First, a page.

2. Markets and microstructure. Execution venues. Limit Order Book and orders. Market data and Private data. Market structure, fees and costs. Market protection.  FMMA-Lecture10.pdf    FMMA-Lecture11.pdf 
  3. Market making. Market makers, dealers and specialists. Market making in a quote-driven market. Market making in an order-driven market. Risk-averse market making. Hot potato trading.  FMMA-Lecture12.pdf  FMMA-Lecture13.pdf
  4. High frequency trading. Low latency versus high frequency trading. HFT definitions. Types of HFT. Latency arbitrage. Academic studies of HFT. FMMA-Lecture14.pdf  FMMA-Lecture15.pdf

Section 3: Techniques

This section covers the following topics:

  1. A simple introduction to Game Theory. Extensive form and normal form. Nash equilibrium. Payoff tree and payoff matrix. Keynesian beauty competition. The puzzle of the green-eyed tribe. Example payoff matriuces in finance. FMMA-Lecture16.pdf
  2. A simple introduction to Minority Games. The El Farol Bar problem. The original minority game structure. Stock markets as minority games. FMMA-Lecture17.pdf
  3. Agent-based modelling and simulation of financial markets. Models. Structure. Validation. Advantages and disadvantages. Examples (ABMs of Limit Order Books).FMMA-Lecture18  FMMA-Lecture19.pdf.pdf
  4. Dynamic Optimisation. Introduction (dynamic optimisation and dynamic programming). Bellman's Principle of Optimality. The Bellman Equation in discrete time (example, stochastic example, backward induction.FMMA-Lecture20.pdf

Section 4: Models

This section analyses three research papers in depth, examining how different aspects of market behaviour can be modelled and analysed in different ways. It finishes by building on the third paper with an analysis of dynamically-coupled market making.

  1. Bulls Bears and Market Sheep (1990) by Richard Day and Weihong Huang. Models the unpredictable, fluctuating nature of stock market prices and their tendency to generate alternating periods iof "bull" and "bear" markets. Derives this from the interaction between two simple models of trading behaviour. A traditional model of excess demand and price adjustment based on "stylized institutional realities". A simple equational model of contrarian and momentum traders leads to complex market behaviour, which can be analysed by plotting price at time step t+1 against price at time step t. FMMA-Lecture21.pdf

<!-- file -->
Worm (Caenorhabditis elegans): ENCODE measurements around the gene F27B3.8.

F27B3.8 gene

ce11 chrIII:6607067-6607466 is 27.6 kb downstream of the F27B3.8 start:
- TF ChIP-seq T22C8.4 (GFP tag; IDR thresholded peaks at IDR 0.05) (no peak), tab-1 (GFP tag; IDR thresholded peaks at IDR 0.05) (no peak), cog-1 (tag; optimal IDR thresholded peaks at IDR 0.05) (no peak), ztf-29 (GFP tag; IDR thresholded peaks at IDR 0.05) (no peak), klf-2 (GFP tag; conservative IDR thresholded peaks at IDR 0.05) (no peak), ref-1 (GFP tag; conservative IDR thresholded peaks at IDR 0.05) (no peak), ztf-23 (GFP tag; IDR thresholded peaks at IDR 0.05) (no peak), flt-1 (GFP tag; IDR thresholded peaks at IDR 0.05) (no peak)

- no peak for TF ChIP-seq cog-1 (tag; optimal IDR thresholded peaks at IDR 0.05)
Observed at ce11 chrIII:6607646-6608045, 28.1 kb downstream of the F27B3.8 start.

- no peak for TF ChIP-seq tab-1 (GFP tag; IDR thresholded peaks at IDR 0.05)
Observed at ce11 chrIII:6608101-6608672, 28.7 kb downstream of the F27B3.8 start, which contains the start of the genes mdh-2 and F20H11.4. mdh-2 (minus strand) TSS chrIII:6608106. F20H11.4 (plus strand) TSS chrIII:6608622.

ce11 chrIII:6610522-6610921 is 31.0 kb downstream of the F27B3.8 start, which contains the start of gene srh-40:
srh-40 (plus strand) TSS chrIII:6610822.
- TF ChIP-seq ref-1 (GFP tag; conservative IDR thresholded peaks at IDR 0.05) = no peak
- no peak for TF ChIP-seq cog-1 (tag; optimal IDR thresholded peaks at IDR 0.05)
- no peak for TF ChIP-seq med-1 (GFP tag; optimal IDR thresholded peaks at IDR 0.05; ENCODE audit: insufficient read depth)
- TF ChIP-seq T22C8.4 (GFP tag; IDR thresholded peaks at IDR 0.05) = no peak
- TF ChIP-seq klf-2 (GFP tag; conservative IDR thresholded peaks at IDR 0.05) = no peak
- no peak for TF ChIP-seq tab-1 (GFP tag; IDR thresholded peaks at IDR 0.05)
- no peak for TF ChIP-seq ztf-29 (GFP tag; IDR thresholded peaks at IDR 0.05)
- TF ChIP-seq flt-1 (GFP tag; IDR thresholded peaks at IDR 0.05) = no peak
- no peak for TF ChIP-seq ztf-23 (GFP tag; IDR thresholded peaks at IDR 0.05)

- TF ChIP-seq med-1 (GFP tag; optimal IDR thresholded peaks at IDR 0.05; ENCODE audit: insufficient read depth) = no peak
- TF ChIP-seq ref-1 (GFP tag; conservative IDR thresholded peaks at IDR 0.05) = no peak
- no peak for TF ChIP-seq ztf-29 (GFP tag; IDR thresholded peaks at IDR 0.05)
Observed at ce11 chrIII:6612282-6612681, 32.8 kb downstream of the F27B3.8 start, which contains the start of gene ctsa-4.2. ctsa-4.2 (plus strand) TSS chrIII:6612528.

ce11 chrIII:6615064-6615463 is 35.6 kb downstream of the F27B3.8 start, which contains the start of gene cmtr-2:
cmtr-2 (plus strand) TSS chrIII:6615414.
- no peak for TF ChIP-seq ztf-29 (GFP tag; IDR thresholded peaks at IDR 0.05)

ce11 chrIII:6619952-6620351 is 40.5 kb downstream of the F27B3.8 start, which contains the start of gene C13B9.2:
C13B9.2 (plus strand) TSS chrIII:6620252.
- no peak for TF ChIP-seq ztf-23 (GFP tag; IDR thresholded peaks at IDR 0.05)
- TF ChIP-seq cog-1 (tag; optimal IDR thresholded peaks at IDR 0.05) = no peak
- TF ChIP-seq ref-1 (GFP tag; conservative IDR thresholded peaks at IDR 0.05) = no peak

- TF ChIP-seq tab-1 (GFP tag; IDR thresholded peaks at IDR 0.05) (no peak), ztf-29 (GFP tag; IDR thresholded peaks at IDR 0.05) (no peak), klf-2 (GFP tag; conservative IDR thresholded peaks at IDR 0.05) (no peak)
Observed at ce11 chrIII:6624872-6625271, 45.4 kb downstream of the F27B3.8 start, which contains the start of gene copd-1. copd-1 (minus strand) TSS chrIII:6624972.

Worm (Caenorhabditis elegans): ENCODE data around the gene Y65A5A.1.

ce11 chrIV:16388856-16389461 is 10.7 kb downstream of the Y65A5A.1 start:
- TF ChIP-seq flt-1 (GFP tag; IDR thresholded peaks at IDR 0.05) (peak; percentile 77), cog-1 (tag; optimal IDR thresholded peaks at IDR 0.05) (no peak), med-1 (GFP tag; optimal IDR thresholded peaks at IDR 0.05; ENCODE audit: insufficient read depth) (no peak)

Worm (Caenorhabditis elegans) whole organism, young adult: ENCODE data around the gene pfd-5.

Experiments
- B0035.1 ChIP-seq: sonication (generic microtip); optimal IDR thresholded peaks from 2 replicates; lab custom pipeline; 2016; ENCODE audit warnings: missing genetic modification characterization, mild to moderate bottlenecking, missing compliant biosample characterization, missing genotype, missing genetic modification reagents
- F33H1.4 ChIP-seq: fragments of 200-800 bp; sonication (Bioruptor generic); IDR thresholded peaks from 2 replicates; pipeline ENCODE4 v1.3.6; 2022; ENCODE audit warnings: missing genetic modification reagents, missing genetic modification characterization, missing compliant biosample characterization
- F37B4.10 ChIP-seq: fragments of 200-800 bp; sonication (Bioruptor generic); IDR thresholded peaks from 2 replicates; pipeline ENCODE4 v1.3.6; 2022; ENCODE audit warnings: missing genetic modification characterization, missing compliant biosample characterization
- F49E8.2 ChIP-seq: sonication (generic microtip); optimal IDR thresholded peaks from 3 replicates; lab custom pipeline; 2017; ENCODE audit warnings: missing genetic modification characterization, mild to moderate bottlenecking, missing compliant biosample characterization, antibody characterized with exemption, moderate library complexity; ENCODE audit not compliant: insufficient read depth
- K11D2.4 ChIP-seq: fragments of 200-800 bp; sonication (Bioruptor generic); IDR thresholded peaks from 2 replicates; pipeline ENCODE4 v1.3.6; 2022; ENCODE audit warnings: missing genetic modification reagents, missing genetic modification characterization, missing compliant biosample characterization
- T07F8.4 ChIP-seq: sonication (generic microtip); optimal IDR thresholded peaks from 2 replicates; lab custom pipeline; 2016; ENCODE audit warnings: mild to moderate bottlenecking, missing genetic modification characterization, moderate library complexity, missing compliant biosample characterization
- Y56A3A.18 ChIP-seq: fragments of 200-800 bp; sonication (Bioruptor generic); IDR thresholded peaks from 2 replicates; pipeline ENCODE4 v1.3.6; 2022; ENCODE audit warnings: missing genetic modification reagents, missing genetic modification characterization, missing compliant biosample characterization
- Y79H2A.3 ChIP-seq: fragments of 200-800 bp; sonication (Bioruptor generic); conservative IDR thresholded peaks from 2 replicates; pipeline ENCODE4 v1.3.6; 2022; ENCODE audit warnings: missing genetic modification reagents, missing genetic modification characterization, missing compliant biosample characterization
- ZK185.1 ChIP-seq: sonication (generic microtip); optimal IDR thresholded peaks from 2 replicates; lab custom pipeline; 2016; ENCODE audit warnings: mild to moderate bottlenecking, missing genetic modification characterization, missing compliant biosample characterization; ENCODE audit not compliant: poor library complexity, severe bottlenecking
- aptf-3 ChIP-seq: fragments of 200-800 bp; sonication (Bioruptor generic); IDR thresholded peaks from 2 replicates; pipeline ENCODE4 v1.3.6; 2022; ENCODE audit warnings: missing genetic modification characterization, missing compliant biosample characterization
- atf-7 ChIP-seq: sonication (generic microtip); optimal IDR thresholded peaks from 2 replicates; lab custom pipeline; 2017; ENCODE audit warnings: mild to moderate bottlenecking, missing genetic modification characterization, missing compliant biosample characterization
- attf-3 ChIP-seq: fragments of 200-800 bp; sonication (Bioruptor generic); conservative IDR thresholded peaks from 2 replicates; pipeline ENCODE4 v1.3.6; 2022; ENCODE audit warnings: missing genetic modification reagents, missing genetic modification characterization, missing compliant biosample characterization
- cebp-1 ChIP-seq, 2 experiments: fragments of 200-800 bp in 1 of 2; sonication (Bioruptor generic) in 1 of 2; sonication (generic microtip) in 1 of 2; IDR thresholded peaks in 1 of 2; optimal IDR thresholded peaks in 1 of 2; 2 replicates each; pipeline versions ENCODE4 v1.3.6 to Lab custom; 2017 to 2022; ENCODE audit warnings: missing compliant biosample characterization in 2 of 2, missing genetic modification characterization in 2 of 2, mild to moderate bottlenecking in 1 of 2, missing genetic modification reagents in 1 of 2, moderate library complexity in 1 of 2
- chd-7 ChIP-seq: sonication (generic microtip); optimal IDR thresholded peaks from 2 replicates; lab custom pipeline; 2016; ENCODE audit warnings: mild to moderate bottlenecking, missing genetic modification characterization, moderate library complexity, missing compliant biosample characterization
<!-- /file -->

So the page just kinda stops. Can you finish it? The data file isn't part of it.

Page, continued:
2. A simultaneous trade model of the foreign exchange hot potato (1997) by Richard Lyons. A two-period discrete-time model of hot potato trading. Models what information is known at each point in time, and how that informs quoting behaviour and inventory management. Also models the market impact of hot potato trading in a dealer market.FMMA-Lecture22.pdf
  3. Optimal market-making with risk aversion (2012) Kan Huang, David Simchi-Levi and Miao Song. Discrete-time model of risk-averse market making in a dealer market. Assumes inventory limits, and that inventory is controlled via trades with other dealers. Uses dynamic optimisation to deduce an optimal strategy. Model formulation and exponential utility criterion. Dynamic optimisation. Solving the Bellman equation. Optimal policy rebalances exactly to a dynamic inventory threshold.FMMA-Lecture23.pdf  FMMA-Lecture24.pdf  FMMA-Lecture25.pdf
  4. Building on the Huang et al model for coupled risk-averse market makers. Explores the effect of dynamic interaction between two market makers, each executing an optimal Huang et al risk-averse policy. Simple numerical simulation indicates that inventories and profits oscillate wildly. Market makers lose the ability to control their inventories. The provable optimal Huang et al strategy is no longer optimal when assumptions are changed. FMMA-Lecture26.pdf

Smart Contracts Terminology

Smart Contracts utilize computer technology to automate an agreement. However, the term "smart contract" is used in different ways according to context: as originally envisaged in the mid 1990s by Szabo [Link], the term "smart contract" embraced automation at many different levels during the lifecycle of an agreement; yet since 2013 it has also been used to describe computer code developed for a scripting functionality provided by some distributed ledger systems (e.g. Ethereum [Link]).

Since much of our work is interdisciplinary, and brings together researchers from different groups who use the term "smart contract" in subtly different ways, we use the following definitions:

  • Smart Contract.
    "A smart contract is an automatable and enforceable agreement. Automatable by computer, although some parts may require human input and control. Enforceable either by legal enforcement of rights and obligations or via tamper-proof execution of computer code."Smart Contract Templates: foundations, design landscape and research directions, C.D.Clack, V.A.Bakshi and L.Braine. 2016. arXiv:1608.00771. [Link to arXiv repository].